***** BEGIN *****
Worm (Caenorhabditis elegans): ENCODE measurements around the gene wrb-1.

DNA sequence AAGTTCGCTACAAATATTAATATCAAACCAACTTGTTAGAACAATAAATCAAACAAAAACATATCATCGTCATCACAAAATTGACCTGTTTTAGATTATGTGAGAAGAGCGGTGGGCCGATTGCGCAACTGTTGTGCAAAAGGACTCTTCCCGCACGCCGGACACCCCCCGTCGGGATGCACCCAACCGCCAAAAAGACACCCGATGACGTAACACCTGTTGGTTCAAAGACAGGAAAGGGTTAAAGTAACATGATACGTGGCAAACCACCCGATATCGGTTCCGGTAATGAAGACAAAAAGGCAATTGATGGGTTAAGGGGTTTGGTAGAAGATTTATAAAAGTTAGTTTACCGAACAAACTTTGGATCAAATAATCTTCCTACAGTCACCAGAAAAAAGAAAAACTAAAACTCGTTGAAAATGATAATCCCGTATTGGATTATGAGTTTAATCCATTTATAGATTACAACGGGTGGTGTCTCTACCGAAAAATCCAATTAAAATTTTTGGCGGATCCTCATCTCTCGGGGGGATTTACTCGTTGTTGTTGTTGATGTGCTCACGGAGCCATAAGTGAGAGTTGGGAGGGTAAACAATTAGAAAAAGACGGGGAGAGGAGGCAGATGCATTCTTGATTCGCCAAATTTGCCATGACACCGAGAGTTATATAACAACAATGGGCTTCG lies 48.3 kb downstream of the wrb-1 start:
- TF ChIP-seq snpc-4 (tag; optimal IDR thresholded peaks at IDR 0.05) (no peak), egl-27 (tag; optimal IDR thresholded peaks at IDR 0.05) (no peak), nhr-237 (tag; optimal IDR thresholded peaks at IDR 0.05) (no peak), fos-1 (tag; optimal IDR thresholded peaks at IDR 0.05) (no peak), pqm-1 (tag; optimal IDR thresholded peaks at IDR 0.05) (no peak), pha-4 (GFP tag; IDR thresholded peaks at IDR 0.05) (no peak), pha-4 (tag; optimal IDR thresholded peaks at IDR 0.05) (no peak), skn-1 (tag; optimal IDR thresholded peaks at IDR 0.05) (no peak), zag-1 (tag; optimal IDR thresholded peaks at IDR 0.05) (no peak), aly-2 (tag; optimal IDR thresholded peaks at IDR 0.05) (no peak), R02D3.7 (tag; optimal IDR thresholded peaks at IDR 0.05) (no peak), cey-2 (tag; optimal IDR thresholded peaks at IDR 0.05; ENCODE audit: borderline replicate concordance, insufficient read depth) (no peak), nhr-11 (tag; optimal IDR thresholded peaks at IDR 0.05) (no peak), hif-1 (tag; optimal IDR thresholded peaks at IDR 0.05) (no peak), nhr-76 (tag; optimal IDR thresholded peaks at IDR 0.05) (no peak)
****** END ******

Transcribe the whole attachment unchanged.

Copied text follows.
Worm (Caenorhabditis elegans): ENCODE measurements around the gene wrb-1.

DNA sequence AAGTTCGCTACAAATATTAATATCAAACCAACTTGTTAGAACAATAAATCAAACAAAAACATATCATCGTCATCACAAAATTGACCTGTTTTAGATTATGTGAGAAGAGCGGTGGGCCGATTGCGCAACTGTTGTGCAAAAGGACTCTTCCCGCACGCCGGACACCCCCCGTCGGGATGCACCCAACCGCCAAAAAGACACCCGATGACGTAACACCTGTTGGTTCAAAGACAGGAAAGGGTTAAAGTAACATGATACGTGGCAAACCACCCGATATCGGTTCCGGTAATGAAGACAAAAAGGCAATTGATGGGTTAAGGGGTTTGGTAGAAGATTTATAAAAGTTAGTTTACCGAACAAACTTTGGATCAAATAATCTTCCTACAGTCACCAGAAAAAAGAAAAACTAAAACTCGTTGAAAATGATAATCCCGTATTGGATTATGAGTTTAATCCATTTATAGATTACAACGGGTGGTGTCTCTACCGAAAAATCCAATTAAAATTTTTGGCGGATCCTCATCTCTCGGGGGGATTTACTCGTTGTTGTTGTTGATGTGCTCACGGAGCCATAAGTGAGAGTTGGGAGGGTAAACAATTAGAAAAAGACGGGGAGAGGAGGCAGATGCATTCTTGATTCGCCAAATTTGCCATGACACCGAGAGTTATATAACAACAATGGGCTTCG lies 48.3 kb downstream of the wrb-1 start:
- TF ChIP-seq snpc-4 (tag; optimal IDR thresholded peaks at IDR 0.05) (no peak), egl-27 (tag; optimal IDR thresholded peaks at IDR 0.05) (no peak), nhr-237 (tag; optimal IDR thresholded peaks at IDR 0.05) (no peak), fos-1 (tag; optimal IDR thresholded peaks at IDR 0.05) (no peak), pqm-1 (tag; optimal IDR thresholded peaks at IDR 0.05) (no peak), pha-4 (GFP tag; IDR thresholded peaks at IDR 0.05) (no peak), pha-4 (tag; optimal IDR thresholded peaks at IDR 0.05) (no peak), skn-1 (tag; optimal IDR thresholded peaks at IDR 0.05) (no peak), zag-1 (tag; optimal IDR thresholded peaks at IDR 0.05) (no peak), aly-2 (tag; optimal IDR thresholded peaks at IDR 0.05) (no peak), R02D3.7 (tag; optimal IDR thresholded peaks at IDR 0.05) (no peak), cey-2 (tag; optimal IDR thresholded peaks at IDR 0.05; ENCODE audit: borderline replicate concordance, insufficient read depth) (no peak), nhr-11 (tag; optimal IDR thresholded peaks at IDR 0.05) (no peak), hif-1 (tag; optimal IDR thresholded peaks at IDR 0.05) (no peak), nhr-76 (tag; optimal IDR thresholded peaks at IDR 0.05) (no peak)